Until February 14, 2024, the Museo del Novecento in Florence pays tribute to two great artists with a dialogue between their respective works centered on the themes of beauty and desire.
On display are the shots of Robert Mapplethorpe (New York, 1946 - Boston, 1989), one of the most important exponents of the art of twentieth-century photography, in an unprecedented and original comparison with pictures by Baron Wilhelm von Gloeden (Wismar, 1856 - Taormina, 1931), among the pioneers of staged photography and a suggestive reference for Mapplethorpe, a passionate collector of photography and connoisseur of the baron's work.
The exhibition highlights Robert Mapplethorpe's connection with classicism, his sculptural approach to photography, in which a particular interest in the work of Michelangelo is also recognized (thanks in part to the photographs taken by the Alinari brothers), and his study of the male and female nude.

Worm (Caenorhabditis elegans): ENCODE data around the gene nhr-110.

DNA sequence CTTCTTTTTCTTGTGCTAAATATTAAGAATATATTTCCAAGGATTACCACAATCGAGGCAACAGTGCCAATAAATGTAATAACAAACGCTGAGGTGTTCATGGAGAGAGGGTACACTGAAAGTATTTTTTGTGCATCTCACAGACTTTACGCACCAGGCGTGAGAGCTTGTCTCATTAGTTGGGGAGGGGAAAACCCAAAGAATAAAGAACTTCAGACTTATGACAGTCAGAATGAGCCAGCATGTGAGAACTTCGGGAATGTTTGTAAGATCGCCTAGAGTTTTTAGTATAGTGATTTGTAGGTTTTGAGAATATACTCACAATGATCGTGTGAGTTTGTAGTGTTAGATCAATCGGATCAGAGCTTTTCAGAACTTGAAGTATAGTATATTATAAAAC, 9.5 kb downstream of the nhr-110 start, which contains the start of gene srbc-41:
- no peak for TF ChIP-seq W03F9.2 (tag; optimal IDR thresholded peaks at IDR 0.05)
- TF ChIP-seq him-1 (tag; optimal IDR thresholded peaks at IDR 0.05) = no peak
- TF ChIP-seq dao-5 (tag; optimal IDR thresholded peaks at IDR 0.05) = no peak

His work is compared with some photographs dating from the late 19th and early 20th centuries from the Alinari Archives, in particular some images by Wilhelm von Gloeden, whose compositions and atmospheres hark back to the past, an inexhaustible reservoir of subjects and suggestions.
Mapplethorpe's and von Gloeden's photographs, both inspired by the canons of classicism, seem to lead along aesthetic trajectories that are not taken for granted and at times perturbing, raising and resolving questions on the subject of the body and sexuality.
Despite the century that separates them, the comparison highlights the presence of common themes, spanning time to the present day, food for thought on current events, art, morality, spirituality, in constant relationship, change and evolution.